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These are the best fish tanks for beginners that people rave about

When you first decide to become a fish parent, you need to get a lot of things ready. You want your fish to remain happy and healthy, which means setting up a tank with filters, plants, gravel, and accessories. By far, the biggest investment will be the aquarium itself, and they come in all shapes and sizes. It can be tricky to select the perfect one, so we’ve helped you narrow it down to these top fish tanks for beginners. 

Gold fish looks at camera from his aquarium

Tetra Aquarium Kit, Fish Tank with Filter & Lights

The perfect tank for a small school or a single betta fish, this kit actually comes with a filter and lighting system. That makes it great for any newbie who doesn’t yet feel confident buying each piece of the ecosystem individually. Some reviewers mention bringing it to work, as the curved design fits nicely on a desk or in an office. Remember, while a lot of the extras come with this one, it doesn’t include a heater or gravel — or the fish of course. 

Tetra Aquarium 20 Gallon Fish Tank Kit, Includes LED Lighting and Decor

Taking it up a notch, a 20-gallon tank allows you to keep a whole ocean of fish inside, living in harmony (not literally though). You’ll get a filter, light, and plants with this one, so you won’t need to do much beyond investing in fish. A happy user mentions, “The Awesome Tank has Hinges on Its Hood!!!” noting that this makes it far easier to clean. While 20 gallons is a lot bigger than the last tank, this will still only hold about 10 fish and many species breed quickly. 

GloFish Aquarium Kit Fish Tank with LED Lighting and Filtration Included

There’s no other way to describe this tank besides cool, or as one happy customer says, “Beautiful, quiet, and easy setup!!” The glow effect actually comes from a blue light that is included. It also includes a filter, though some users mention that they upgraded to give their tank a bit of extra help. You can add brightly colored plants, gravel, and fish to complete the look — neon tetras would be amazing here for example. 

Fluval 13.5 Gallon Evo XII Marine Aquarium Kit

This is the best tank for first-time saltwater aquarists, although we highly recommend starting with a basic freshwater tank first and then upgrading to this when you feel comfortable. It comes with a 3-stage filtration system, though you might want to add more depending on your preferred setup. A couple of clownfish would surely enjoy this tank.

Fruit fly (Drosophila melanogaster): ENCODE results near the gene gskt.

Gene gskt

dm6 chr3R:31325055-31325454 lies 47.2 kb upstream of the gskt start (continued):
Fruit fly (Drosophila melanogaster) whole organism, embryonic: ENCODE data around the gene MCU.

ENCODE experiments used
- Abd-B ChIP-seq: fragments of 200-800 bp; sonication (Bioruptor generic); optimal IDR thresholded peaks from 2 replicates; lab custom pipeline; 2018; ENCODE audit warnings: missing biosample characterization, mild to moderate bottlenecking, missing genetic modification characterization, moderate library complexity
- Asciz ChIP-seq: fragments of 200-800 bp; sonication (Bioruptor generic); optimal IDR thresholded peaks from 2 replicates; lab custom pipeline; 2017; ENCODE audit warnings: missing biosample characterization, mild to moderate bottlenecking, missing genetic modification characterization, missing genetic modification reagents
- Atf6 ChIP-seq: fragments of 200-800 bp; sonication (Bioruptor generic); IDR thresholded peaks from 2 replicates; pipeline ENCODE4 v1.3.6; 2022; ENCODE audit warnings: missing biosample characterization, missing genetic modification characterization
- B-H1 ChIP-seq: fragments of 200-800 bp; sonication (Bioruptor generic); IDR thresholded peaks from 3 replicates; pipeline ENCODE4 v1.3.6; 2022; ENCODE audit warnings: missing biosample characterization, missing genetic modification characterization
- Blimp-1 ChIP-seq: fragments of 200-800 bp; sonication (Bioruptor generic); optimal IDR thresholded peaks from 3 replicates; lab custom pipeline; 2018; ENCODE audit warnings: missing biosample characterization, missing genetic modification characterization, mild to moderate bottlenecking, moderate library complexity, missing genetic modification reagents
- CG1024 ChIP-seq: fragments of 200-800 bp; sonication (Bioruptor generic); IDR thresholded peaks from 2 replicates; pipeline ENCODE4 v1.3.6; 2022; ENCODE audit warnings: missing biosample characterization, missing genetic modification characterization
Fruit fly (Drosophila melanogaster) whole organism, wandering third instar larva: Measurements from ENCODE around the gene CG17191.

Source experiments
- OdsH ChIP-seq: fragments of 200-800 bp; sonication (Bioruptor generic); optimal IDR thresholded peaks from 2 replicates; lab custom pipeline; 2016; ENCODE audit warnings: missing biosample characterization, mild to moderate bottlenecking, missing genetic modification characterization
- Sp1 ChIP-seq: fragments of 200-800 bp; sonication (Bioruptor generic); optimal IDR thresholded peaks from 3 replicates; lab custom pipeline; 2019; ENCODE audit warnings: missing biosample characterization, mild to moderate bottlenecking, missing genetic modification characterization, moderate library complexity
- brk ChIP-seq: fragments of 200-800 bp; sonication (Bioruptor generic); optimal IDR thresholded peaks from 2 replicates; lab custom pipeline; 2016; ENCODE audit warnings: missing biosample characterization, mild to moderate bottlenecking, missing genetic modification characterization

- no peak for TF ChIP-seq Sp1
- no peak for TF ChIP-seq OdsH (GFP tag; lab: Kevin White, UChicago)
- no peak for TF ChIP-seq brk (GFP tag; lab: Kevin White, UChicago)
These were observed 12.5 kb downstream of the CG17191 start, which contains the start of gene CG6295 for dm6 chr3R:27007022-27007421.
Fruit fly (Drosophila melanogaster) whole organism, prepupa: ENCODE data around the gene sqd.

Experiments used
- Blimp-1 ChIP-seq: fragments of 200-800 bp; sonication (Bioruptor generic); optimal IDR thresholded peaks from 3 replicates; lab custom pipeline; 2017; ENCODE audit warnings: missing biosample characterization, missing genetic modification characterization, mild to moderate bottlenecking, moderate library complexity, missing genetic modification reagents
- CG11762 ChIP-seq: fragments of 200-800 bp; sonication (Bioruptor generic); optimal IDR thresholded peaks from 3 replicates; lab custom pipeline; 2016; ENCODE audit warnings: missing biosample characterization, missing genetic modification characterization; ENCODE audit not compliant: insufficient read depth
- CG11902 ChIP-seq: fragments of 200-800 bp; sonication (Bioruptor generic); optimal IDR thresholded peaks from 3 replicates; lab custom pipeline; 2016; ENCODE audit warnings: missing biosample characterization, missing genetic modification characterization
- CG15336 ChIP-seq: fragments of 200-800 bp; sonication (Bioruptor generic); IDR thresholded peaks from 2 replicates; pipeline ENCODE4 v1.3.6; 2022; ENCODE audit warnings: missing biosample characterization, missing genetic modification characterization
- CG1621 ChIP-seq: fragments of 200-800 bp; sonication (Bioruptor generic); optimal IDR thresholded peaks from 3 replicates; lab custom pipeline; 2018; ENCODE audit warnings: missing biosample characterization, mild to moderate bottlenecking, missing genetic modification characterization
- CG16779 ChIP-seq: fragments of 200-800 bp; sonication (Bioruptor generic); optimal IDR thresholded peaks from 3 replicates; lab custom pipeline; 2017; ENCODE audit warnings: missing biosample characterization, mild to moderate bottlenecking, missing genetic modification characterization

Alan 15 Gallon Scape Hexagon Alanrium Kit

On the high end, check out this vertical aquarium, ideal for those who like to swim up and down, like seahorses. It’s specifically designed to complement the decor of a room and can go anywhere in your house that’s near a power source. One user comments, “Love this aquarium, fills our triangular niche nicely,” so it will nestle perfectly into a corner and contribute to your display. 

If you get into aquariums, you’ll likely start with a beginner tank and wind up with a house full of them. The good news is you can try out different setups, species, and decor to make each one fit into a different part of the house. In addition to a basic tank, you’ll also want to make sure to stick with easy animals at first. Start with the tetras and guppies until you feel secure handling more challenging fish.

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Rebekkah Adams
Rebekkah’s been a writer and editor for more than 10 years, both in print and digital. In addition to writing about pets…
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The easiest fish to take care of
Neon Tetras
These beauties are well known for being hardy and easy to bring into your aquarium. Carefully source your pet because you don't want to wind up with an illegal wild-caught animal. Instead, seek out one of the 1.5 million that are imported into the U.S. every month. A few good things about neon tetras: they're colorful, small, and social. You should keep a little school in a tank with other animals. Lastly, don't bring this tetra into a new tank since they won't do well while they're settling in (changes in things like pH and nitrates will hurt them).
These little janitors eat up the garbage that no one else wants, like algae and sometimes leftover food. Plus, it's not too difficult to care for them, but they do require a lot of space – at least a 20-gallon tank. Carefully select tankmates too since you don't want to introduce a large, predatory beasties to scare away this gentle creature. Lastly, and most fun of all, plecos want extra snacks and you can drop in a few veggies to satiate them. Try spinach, carrots, sweet potatoes, and zucchini once or twice a week. 
Guppies come in all sorts of colors and sizes, allowing you to pick whatever type you want. You can mix them with other types of water-lovers or create one aquarium just for them. And you might need all the space you can get. This fish reproduces like bunnies and can fill a tank with their babies quickly. Get a big aquarium if you plan to allow this to happen or separate out males and females once they reach maturity (you can spot the boys because they have an extra fin on the bottom). Still, taking care of them will be a breeze and help you gain confidence in your skills. 
Another schooling fish, this excitable species prefers slightly cooler temperatures and so will work well for a newbie who hasn't graduated to heated tanks yet. They can even live with neon tetras to help get the tank ready. However, danios like to hang out at the surface and you should plan your setup accordingly. Keep a few tall and a few floating plants around for them to enjoy and hide in. While easy to care for, they're tricky to breed and you might not have much luck raising the babies. For best results, separate the fry right after they hatch. 
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